Minimum wage hike for two million workers as public sector pay freeze confirmed

Tom Belger
·Finance and policy reporter
·3-min read
Rishi Sunak gave his spending review speech on Wednessday. Photo: HM Treasury / Simon Walker.
Rishi Sunak gave his spending review speech on Wednessday. Photo: HM Treasury / Simon Walker.

UK chancellor Rishi Sunak has announced the legal minimum wage will rise by 2.2% next year, marking a pay rise for around two million workers.

But he confirmed on Wednesday pay will be frozen across the public sector, with the exception of both NHS workers and staff earning below the median average of £24,000 ($31,760) a year.

Lower-paid public sector staff have been promised a rise of at least £250, with Sunak suggesting the majority of public sector workers would still receive some increase despite the freeze.

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The chancellor said he accepted the Low Pay Commission’s recommendation that the UK’s legal wage floor, rebranded as the National Living Wage, should rise to £8.91 an hour. It will be extended to those aged 23 and over rather than 25 as at present, while the minimum wage for younger workers will also be increased.

Delivering his spending review to MPs in the Commons on Wednesday, Sunak said the average worker full-time on the National Living Wage would see their annual income rise by around £345.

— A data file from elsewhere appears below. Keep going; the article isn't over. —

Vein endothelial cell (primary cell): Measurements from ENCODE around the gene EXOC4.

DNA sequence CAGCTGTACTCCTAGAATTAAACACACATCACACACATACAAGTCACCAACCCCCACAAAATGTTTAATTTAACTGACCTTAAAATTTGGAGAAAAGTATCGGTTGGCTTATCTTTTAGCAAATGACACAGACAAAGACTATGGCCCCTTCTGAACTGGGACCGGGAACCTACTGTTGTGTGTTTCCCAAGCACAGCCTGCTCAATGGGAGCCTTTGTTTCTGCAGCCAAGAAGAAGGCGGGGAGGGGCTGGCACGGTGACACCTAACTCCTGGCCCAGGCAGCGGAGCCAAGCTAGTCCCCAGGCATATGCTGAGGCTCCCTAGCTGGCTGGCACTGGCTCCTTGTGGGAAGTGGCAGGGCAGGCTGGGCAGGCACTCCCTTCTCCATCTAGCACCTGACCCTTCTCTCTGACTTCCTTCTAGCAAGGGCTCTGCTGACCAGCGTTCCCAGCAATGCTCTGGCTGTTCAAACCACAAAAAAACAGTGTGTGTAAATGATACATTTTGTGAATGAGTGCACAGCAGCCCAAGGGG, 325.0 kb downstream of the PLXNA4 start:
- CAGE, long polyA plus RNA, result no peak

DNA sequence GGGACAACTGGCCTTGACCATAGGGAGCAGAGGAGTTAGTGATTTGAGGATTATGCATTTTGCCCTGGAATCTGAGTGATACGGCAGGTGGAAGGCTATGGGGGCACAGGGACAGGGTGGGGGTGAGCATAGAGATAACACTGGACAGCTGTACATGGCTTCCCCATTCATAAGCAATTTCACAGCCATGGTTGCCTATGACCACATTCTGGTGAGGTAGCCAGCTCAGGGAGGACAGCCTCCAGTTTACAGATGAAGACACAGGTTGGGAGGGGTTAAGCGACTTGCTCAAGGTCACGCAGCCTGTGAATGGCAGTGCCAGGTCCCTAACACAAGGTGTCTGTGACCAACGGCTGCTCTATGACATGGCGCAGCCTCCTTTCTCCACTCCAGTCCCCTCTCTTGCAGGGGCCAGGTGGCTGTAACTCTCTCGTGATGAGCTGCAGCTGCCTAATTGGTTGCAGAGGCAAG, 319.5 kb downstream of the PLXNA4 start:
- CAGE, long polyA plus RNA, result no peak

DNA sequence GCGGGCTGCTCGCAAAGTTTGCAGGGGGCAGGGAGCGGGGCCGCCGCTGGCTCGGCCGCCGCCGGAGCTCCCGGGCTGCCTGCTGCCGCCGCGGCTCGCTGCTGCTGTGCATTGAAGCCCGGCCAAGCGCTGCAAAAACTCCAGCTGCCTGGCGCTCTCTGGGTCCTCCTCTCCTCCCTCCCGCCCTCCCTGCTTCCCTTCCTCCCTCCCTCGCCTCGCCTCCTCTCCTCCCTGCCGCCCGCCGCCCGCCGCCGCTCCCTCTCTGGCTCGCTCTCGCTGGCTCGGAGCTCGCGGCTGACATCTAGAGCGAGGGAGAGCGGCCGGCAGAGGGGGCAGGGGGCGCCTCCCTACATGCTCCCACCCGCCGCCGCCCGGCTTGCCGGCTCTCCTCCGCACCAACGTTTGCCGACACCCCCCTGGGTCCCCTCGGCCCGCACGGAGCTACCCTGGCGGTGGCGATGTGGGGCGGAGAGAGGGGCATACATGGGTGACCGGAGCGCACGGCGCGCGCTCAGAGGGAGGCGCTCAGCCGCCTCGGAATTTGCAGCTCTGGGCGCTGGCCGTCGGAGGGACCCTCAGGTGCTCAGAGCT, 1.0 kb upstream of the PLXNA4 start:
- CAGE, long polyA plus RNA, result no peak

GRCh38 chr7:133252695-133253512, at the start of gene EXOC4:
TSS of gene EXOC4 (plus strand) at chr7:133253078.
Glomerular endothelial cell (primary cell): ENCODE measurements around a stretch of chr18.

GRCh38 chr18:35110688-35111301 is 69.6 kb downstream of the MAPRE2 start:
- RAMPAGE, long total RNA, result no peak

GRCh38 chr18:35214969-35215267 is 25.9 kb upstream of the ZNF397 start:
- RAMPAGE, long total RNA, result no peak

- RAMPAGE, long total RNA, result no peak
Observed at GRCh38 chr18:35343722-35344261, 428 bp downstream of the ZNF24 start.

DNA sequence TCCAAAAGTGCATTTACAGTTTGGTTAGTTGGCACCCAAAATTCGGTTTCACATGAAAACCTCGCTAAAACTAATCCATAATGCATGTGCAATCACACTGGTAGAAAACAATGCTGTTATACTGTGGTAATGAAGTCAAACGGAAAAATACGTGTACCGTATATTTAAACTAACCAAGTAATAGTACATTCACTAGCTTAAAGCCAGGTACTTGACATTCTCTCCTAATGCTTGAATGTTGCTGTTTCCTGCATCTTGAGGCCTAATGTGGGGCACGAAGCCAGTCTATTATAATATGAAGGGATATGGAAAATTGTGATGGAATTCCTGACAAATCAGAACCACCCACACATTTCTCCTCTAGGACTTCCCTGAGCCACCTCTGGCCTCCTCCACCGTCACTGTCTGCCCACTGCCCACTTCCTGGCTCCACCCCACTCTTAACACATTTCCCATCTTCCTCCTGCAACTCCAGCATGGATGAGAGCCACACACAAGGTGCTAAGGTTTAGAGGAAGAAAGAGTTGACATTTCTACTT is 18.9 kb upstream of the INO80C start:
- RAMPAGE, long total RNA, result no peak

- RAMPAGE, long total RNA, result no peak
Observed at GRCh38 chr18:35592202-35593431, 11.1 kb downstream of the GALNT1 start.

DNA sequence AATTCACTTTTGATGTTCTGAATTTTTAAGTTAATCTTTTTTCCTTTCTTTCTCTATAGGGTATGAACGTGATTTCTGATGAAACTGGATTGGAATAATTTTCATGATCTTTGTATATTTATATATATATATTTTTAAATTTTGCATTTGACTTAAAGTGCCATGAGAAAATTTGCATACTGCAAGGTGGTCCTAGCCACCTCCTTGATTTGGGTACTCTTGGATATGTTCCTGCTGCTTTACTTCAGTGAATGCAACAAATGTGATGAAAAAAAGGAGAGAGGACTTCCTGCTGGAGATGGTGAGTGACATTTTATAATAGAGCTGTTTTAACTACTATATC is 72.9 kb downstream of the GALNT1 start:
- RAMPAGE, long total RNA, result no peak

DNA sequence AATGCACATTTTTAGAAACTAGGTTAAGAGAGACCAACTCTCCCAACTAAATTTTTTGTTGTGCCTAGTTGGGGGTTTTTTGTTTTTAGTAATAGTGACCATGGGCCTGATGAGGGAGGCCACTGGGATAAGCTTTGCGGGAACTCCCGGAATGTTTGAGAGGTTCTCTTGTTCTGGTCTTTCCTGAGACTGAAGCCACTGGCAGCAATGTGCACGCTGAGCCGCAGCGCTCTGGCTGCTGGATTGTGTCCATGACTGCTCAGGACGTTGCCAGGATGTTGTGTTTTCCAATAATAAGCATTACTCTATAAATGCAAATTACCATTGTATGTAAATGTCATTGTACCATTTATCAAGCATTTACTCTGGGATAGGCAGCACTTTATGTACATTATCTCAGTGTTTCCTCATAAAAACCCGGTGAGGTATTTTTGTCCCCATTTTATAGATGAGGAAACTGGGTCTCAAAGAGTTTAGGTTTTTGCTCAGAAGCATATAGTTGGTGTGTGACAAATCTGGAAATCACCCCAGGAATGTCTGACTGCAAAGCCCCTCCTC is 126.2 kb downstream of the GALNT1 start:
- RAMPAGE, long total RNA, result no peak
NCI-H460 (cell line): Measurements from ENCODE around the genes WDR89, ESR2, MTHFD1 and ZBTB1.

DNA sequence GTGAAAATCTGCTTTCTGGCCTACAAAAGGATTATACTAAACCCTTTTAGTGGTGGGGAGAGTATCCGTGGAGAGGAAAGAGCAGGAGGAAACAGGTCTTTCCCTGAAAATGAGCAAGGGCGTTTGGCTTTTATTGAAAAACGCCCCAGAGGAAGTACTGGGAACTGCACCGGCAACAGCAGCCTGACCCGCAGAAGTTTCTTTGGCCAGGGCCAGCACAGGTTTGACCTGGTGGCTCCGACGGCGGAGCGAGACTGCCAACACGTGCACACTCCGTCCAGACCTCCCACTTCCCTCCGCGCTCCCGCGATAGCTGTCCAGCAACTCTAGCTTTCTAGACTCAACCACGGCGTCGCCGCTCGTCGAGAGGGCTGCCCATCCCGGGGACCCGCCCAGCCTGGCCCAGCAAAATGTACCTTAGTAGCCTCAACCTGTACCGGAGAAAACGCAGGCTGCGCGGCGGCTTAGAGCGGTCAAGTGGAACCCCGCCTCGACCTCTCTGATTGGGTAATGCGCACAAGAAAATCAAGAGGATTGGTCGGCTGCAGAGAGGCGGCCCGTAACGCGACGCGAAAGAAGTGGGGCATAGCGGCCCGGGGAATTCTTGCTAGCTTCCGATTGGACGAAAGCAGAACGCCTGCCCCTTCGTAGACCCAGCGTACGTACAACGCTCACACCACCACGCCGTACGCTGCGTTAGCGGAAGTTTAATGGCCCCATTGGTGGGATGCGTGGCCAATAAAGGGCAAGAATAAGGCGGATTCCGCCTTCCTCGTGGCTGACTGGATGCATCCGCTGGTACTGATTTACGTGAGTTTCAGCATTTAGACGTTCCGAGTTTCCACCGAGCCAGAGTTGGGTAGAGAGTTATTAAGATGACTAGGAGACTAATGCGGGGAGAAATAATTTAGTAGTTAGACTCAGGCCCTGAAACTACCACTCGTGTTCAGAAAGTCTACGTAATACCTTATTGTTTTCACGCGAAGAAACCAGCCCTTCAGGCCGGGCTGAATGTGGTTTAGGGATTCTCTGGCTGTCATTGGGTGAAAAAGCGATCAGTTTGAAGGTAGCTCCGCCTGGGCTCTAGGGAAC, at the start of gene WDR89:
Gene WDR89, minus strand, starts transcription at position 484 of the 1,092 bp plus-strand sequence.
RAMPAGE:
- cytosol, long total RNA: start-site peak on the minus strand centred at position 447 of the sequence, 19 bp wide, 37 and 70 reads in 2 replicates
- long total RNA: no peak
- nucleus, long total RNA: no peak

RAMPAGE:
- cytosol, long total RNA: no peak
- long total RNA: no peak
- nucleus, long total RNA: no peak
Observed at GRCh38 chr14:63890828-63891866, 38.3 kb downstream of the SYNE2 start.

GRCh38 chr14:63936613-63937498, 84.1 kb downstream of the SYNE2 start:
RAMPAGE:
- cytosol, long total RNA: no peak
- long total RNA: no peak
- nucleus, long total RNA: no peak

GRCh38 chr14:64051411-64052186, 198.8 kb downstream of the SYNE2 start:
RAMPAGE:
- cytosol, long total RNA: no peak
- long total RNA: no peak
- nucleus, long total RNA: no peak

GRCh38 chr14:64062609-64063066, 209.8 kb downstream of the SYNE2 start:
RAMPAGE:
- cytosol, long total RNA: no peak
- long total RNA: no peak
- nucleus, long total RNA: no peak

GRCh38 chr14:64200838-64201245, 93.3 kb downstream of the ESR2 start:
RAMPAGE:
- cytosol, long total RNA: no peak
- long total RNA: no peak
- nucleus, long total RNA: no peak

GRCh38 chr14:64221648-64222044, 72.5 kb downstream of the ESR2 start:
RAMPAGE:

Graphic: UK Treasury
Graphic: UK Treasury

But the rise is significantly lower than the 5.6% hike previously proposed by the pay advisory body, which would have taken the rate to £9.21 an hour. The Times reports the commission slashed its proposed rate amid concerns such a hike could prove too damaging for employers struggling through the pandemic.

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“Workers on the national minimum wage – not least the two million who are key workers – have been let down by the government’s decision to row back on the full planned rise they were promised,” said the Trades Union Congress (TUC) on Twitter.

The spending review sets out the budgets and day-to-day spending plans that have been agreed between UK government departments and the Treasury in recent months.

The review typically cover several years to enable longer-term planning. But Sunak has cited the government’s focus on tackling the pandemic and safeguarding jobs in the short-term in defence of his decision to only set budgets for a single year.

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Sunak told MPs the government’s support to “get our country through coronavirus” totalled £280bn.

Other announcements include £3bn ($4bn) for the NHS to deal with the crisis. The funds are to tackle not only COVID-19 pressures and linked mental health issues, but also include £1bn to help reduce backlogs of checks, scans, and operations for other health problems.

The chancellor has said jobs are his priority in the review, with £2.9bn ($3.86bn) set aside for a “Restart” plan to help more than 1 million job-hunters find work. Another £1.4bn has been allocated to support Jobcentres with pressures on the rise from higher unemployment, and £1.6bn more will be ploughed into government-funded, “Kickstart” youth employment placements.

Meanwhile an extra £151m has been handed to services to help rough sleepers off the streets, £275m for UK courts to deal with huge COVID-19 backlogs, and tens of millions will fund a new counter-terrorism HQ.

Sunak promised “once-in-a-generation investment” in infrastructure, with cash for roads, hospital, schools, and prisons.

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